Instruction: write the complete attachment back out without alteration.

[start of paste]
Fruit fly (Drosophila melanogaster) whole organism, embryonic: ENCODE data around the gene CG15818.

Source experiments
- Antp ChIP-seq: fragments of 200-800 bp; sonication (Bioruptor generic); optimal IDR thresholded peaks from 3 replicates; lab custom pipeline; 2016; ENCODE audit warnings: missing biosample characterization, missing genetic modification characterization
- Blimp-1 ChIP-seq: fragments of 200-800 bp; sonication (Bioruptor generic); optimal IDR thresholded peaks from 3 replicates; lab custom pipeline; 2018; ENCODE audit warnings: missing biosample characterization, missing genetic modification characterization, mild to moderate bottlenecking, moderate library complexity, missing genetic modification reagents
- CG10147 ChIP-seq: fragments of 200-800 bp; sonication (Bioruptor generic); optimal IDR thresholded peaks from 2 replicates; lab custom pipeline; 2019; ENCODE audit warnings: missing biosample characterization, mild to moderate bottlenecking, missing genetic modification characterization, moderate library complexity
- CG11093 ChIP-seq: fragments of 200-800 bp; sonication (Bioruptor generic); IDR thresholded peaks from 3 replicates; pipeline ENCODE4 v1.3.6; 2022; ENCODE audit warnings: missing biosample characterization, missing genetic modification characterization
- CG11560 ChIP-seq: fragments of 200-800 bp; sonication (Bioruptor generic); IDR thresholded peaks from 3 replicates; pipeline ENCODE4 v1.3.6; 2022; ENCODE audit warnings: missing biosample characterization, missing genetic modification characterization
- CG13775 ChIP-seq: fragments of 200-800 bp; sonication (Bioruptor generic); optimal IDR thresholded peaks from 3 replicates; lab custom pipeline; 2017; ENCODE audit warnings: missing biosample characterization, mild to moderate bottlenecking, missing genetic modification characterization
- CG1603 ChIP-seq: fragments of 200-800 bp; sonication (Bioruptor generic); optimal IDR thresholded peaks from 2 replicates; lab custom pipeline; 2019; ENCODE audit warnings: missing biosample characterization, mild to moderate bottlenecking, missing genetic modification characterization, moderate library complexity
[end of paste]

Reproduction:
Fruit fly (Drosophila melanogaster) whole organism, embryonic: ENCODE data around the gene CG15818.

Source experiments
- Antp ChIP-seq: fragments of 200-800 bp; sonication (Bioruptor generic); optimal IDR thresholded peaks from 3 replicates; lab custom pipeline; 2016; ENCODE audit warnings: missing biosample characterization, missing genetic modification characterization
- Blimp-1 ChIP-seq: fragments of 200-800 bp; sonication (Bioruptor generic); optimal IDR thresholded peaks from 3 replicates; lab custom pipeline; 2018; ENCODE audit warnings: missing biosample characterization, missing genetic modification characterization, mild to moderate bottlenecking, moderate library complexity, missing genetic modification reagents
- CG10147 ChIP-seq: fragments of 200-800 bp; sonication (Bioruptor generic); optimal IDR thresholded peaks from 2 replicates; lab custom pipeline; 2019; ENCODE audit warnings: missing biosample characterization, mild to moderate bottlenecking, missing genetic modification characterization, moderate library complexity
- CG11093 ChIP-seq: fragments of 200-800 bp; sonication (Bioruptor generic); IDR thresholded peaks from 3 replicates; pipeline ENCODE4 v1.3.6; 2022; ENCODE audit warnings: missing biosample characterization, missing genetic modification characterization
- CG11560 ChIP-seq: fragments of 200-800 bp; sonication (Bioruptor generic); IDR thresholded peaks from 3 replicates; pipeline ENCODE4 v1.3.6; 2022; ENCODE audit warnings: missing biosample characterization, missing genetic modification characterization
- CG13775 ChIP-seq: fragments of 200-800 bp; sonication (Bioruptor generic); optimal IDR thresholded peaks from 3 replicates; lab custom pipeline; 2017; ENCODE audit warnings: missing biosample characterization, mild to moderate bottlenecking, missing genetic modification characterization
- CG1603 ChIP-seq: fragments of 200-800 bp; sonication (Bioruptor generic); optimal IDR thresholded peaks from 2 replicates; lab custom pipeline; 2019; ENCODE audit warnings: missing biosample characterization, mild to moderate bottlenecking, missing genetic modification characterization, moderate library complexity